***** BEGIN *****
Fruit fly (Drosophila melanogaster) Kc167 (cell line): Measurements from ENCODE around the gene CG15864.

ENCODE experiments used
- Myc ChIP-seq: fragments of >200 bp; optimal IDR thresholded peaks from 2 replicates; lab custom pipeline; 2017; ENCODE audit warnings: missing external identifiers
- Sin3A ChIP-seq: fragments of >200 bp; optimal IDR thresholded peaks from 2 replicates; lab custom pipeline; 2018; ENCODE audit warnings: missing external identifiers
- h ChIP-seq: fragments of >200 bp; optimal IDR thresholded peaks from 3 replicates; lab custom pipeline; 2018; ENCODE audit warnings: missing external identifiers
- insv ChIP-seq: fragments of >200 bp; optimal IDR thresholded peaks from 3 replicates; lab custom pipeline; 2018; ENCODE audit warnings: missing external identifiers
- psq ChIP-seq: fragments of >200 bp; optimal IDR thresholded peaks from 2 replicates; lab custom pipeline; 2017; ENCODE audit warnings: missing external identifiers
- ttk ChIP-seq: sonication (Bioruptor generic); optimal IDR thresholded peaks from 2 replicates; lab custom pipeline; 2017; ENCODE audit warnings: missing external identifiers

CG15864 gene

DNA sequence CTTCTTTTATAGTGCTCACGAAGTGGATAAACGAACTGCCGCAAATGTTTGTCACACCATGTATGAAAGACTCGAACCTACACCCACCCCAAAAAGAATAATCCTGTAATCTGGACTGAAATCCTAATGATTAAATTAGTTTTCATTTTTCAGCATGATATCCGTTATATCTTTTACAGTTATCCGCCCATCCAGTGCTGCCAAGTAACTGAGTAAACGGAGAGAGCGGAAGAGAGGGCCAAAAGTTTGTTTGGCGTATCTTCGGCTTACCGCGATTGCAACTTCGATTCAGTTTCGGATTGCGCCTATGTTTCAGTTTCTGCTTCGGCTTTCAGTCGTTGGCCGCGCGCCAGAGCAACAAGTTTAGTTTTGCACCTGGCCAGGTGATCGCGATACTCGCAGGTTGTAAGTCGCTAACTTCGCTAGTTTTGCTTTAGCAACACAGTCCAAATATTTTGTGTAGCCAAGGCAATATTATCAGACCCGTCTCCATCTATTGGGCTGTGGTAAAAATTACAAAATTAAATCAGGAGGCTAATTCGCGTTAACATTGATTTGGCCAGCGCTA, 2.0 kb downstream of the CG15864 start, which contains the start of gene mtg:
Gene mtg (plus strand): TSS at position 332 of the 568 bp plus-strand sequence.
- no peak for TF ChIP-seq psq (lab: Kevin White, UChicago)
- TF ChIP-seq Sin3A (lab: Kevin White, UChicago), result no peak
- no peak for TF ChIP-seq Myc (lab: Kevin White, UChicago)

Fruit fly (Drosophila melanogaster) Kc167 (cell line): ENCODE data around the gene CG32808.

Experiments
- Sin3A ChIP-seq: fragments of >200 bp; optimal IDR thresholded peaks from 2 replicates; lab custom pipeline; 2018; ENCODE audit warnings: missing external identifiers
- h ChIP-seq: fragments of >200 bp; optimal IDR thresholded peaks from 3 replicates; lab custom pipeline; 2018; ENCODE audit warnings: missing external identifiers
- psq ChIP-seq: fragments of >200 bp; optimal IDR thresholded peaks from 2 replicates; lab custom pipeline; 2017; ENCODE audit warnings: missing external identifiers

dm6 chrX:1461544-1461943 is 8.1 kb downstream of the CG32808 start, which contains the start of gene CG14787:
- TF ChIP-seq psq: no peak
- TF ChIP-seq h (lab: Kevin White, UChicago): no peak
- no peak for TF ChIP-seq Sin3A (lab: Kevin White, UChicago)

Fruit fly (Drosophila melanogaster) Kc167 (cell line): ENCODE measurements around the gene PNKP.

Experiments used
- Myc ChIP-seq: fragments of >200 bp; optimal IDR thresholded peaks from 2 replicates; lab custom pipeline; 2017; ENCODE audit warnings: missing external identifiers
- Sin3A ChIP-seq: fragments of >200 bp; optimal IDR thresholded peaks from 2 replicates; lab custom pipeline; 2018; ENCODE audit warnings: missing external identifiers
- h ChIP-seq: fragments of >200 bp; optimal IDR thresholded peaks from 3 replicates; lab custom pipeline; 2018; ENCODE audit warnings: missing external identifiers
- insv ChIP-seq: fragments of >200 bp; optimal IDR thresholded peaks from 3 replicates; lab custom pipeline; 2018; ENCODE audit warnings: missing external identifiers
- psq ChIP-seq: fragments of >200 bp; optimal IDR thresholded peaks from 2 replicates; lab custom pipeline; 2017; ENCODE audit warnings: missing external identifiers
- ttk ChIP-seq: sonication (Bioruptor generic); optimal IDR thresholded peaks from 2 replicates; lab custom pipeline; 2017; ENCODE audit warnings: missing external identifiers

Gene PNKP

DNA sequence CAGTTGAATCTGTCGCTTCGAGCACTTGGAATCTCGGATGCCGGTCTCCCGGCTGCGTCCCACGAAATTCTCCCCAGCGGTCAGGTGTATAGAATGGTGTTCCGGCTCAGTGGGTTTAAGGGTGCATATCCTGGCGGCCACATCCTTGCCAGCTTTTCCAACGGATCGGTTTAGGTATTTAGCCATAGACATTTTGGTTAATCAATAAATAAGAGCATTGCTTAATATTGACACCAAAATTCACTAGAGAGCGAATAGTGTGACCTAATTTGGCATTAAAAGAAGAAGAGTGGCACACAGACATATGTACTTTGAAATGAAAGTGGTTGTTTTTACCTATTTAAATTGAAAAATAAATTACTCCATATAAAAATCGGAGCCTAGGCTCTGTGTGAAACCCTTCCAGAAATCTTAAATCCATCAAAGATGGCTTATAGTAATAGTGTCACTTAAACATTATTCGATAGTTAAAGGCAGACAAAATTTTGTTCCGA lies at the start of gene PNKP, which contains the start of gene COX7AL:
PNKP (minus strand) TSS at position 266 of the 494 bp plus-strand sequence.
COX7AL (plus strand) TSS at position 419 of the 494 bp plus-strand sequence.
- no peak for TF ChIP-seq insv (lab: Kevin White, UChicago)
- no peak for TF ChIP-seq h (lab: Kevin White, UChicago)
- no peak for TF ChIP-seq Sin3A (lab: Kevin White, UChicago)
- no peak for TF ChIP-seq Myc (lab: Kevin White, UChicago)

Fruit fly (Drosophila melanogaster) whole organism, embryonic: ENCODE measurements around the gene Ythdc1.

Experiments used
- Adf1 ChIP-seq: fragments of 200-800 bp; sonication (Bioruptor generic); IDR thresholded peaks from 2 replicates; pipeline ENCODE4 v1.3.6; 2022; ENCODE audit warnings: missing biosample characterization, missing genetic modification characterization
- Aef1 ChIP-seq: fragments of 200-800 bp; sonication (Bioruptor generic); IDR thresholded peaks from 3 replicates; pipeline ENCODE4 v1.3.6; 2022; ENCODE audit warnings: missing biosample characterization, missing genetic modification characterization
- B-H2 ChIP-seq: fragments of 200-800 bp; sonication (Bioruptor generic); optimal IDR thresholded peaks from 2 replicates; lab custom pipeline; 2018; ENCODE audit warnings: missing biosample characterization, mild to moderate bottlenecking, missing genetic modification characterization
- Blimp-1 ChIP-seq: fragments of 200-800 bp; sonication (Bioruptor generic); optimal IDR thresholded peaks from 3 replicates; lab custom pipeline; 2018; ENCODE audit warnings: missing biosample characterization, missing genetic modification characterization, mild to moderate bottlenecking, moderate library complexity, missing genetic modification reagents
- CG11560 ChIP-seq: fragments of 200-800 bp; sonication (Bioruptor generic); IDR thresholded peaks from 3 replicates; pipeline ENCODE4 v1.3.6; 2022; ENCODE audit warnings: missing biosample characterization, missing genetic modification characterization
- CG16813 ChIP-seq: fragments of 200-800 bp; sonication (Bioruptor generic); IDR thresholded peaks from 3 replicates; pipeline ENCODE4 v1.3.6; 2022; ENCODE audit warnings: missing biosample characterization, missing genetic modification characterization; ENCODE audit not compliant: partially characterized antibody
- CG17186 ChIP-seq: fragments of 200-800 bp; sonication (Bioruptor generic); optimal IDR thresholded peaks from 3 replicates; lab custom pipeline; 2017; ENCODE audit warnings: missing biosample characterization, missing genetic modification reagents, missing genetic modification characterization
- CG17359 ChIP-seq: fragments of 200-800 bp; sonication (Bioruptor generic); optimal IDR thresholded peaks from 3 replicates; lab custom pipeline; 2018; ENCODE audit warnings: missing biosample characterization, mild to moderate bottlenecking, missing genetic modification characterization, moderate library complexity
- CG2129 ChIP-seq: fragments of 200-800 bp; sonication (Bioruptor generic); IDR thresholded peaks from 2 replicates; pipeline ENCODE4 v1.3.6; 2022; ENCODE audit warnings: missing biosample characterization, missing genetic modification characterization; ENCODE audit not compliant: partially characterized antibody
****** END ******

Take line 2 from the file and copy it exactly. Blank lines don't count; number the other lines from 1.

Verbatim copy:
ENCODE experiments used